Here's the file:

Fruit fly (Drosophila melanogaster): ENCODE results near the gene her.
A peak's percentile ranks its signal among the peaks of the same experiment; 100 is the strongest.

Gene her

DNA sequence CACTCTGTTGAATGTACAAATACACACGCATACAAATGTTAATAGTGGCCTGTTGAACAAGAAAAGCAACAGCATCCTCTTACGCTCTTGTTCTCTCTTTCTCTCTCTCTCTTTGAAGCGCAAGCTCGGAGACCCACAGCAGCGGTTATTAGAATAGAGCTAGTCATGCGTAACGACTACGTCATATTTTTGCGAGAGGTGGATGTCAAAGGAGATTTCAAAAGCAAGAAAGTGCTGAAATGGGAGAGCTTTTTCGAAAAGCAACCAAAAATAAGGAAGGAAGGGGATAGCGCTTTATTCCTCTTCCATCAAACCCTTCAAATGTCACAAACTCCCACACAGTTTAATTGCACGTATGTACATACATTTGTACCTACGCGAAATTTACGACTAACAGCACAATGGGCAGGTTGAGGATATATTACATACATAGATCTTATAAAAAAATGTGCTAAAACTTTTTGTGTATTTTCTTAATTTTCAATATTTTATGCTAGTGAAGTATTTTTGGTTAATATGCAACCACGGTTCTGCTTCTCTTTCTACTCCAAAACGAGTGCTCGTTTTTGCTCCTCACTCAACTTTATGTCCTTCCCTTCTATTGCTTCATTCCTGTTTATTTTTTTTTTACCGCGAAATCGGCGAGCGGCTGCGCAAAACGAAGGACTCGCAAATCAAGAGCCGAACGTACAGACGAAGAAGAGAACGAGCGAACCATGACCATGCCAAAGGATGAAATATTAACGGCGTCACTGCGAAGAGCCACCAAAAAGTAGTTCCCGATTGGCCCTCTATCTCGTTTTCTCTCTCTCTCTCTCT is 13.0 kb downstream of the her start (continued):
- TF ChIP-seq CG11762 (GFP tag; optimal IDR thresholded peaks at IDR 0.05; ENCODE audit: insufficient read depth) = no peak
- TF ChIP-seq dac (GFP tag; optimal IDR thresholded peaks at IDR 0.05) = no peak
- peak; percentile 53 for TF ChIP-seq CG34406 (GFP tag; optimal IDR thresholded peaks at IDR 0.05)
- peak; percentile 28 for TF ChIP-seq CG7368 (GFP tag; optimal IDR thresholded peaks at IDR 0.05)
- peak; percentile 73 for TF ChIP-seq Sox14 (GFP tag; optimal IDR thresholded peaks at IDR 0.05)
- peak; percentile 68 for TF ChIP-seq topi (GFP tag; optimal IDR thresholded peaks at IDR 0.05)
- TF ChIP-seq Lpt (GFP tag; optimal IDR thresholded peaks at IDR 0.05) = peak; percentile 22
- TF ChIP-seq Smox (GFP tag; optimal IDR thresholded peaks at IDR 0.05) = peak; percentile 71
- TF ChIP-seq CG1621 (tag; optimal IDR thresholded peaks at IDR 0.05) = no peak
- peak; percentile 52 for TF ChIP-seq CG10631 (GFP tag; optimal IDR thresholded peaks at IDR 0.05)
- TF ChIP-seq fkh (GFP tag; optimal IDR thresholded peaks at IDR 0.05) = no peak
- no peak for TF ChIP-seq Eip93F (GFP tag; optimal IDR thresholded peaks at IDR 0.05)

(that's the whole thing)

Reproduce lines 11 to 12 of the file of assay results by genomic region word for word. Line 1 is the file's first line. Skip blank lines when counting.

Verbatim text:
- TF ChIP-seq Lpt (GFP tag; optimal IDR thresholded peaks at IDR 0.05) = peak; percentile 22
- TF ChIP-seq Smox (GFP tag; optimal IDR thresholded peaks at IDR 0.05) = peak; percentile 71